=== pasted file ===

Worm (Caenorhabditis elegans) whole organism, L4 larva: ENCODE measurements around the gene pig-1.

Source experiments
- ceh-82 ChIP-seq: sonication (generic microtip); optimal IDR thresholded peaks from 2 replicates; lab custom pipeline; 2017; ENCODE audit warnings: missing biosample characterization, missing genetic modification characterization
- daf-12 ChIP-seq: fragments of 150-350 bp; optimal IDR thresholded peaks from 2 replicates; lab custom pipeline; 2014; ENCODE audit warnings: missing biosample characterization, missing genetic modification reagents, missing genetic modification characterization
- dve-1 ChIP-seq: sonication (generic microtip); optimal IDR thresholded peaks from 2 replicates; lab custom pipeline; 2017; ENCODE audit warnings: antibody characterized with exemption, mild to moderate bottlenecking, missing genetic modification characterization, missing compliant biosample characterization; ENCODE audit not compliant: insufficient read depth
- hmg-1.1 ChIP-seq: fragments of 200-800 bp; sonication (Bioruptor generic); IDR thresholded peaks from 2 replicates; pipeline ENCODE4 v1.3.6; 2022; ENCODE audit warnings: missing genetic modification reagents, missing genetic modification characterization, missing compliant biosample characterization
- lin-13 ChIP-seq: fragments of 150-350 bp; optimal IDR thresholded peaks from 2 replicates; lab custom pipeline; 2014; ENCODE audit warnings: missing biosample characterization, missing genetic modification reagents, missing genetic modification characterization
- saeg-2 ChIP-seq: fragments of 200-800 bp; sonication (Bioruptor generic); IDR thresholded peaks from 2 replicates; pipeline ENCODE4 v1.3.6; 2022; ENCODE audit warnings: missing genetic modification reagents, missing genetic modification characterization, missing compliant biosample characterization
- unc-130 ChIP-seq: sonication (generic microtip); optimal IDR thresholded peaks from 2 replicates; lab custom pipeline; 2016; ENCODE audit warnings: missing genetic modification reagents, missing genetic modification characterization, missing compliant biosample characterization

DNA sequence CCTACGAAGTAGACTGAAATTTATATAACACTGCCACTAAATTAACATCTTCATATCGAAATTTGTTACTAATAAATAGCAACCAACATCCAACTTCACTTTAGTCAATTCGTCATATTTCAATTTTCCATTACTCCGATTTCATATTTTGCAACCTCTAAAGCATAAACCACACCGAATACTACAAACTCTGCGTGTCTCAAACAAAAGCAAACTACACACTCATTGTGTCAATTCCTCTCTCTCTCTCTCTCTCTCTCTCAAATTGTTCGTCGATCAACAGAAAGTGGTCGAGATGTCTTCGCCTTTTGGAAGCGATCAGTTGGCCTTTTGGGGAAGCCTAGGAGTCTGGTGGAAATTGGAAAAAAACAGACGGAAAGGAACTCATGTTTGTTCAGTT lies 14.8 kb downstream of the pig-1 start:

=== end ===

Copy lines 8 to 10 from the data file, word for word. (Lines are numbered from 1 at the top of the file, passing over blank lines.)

- saeg-2 ChIP-seq: fragments of 200-800 bp; sonication (Bioruptor generic); IDR thresholded peaks from 2 replicates; pipeline ENCODE4 v1.3.6; 2022; ENCODE audit warnings: missing genetic modification reagents, missing genetic modification characterization, missing compliant biosample characterization
- unc-130 ChIP-seq: sonication (generic microtip); optimal IDR thresholded peaks from 2 replicates; lab custom pipeline; 2016; ENCODE audit warnings: missing genetic modification reagents, missing genetic modification characterization, missing compliant biosample characterization

DNA sequence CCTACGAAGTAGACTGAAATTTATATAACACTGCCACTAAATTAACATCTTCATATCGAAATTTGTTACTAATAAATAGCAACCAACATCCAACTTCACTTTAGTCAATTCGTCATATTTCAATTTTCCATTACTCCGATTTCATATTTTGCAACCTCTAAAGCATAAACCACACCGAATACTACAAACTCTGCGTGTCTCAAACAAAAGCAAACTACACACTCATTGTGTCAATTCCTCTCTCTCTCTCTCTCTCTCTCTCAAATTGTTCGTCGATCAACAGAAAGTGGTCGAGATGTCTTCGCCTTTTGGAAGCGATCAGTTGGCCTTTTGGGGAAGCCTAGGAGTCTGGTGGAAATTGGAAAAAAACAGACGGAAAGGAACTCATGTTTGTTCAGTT lies 14.8 kb downstream of the pig-1 start: